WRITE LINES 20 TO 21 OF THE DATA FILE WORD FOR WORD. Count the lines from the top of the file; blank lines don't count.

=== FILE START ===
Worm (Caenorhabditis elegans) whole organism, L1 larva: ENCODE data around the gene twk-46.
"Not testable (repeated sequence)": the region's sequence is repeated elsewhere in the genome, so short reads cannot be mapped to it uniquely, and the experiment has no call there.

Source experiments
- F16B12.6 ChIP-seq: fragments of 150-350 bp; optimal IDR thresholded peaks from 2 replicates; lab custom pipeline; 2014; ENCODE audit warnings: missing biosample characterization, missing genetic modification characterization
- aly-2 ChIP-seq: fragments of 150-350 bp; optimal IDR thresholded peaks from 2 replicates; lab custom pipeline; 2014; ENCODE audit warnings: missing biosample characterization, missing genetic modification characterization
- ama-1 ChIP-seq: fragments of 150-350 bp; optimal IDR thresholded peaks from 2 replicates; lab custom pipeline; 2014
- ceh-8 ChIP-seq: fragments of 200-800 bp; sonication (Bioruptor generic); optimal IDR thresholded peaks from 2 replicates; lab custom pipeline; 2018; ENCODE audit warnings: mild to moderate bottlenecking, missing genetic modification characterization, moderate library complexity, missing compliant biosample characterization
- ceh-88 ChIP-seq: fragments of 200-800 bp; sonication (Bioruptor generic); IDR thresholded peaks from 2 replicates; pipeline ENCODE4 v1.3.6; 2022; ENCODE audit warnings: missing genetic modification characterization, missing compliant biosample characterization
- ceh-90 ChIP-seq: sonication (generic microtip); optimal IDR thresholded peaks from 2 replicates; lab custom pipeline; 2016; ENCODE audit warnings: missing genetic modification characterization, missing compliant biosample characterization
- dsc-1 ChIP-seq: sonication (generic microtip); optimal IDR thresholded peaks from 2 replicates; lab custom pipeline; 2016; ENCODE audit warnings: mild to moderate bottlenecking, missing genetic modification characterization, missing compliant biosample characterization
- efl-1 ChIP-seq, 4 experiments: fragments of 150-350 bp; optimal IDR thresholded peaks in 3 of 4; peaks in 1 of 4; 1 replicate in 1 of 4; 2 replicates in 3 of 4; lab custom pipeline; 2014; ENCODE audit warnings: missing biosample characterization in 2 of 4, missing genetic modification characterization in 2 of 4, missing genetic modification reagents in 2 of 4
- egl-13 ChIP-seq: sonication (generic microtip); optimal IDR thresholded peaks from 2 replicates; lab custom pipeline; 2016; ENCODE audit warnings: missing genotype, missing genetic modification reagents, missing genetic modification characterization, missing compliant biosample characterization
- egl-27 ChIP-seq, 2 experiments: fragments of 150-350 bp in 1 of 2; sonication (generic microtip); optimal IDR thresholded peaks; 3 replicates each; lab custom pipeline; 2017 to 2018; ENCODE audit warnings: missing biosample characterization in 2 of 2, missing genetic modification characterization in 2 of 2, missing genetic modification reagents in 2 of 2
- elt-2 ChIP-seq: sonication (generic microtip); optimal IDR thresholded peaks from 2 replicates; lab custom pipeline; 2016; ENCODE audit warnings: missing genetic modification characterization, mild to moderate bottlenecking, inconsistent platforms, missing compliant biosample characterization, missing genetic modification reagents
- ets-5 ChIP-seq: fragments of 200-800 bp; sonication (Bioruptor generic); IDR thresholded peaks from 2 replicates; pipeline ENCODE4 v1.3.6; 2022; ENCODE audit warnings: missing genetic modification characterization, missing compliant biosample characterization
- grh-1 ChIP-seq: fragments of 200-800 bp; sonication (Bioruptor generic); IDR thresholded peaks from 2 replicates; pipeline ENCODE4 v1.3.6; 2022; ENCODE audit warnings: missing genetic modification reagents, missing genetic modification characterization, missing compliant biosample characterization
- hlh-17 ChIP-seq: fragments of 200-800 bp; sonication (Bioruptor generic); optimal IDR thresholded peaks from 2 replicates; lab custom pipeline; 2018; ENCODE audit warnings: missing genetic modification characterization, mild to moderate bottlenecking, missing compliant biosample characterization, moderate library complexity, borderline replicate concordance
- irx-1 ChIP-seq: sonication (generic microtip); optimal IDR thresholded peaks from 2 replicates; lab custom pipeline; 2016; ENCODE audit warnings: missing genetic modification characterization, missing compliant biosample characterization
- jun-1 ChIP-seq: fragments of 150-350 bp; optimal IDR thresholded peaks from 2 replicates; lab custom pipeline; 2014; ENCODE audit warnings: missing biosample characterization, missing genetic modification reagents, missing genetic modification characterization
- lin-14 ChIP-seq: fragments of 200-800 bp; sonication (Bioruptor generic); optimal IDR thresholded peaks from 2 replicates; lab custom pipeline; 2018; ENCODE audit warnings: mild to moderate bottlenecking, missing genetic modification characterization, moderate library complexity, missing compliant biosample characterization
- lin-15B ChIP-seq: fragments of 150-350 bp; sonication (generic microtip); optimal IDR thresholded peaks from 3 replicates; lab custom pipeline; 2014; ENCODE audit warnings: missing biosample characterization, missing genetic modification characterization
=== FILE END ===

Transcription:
- lin-14 ChIP-seq: fragments of 200-800 bp; sonication (Bioruptor generic); optimal IDR thresholded peaks from 2 replicates; lab custom pipeline; 2018; ENCODE audit warnings: mild to moderate bottlenecking, missing genetic modification characterization, moderate library complexity, missing compliant biosample characterization
- lin-15B ChIP-seq: fragments of 150-350 bp; sonication (generic microtip); optimal IDR thresholded peaks from 3 replicates; lab custom pipeline; 2014; ENCODE audit warnings: missing biosample characterization, missing genetic modification characterization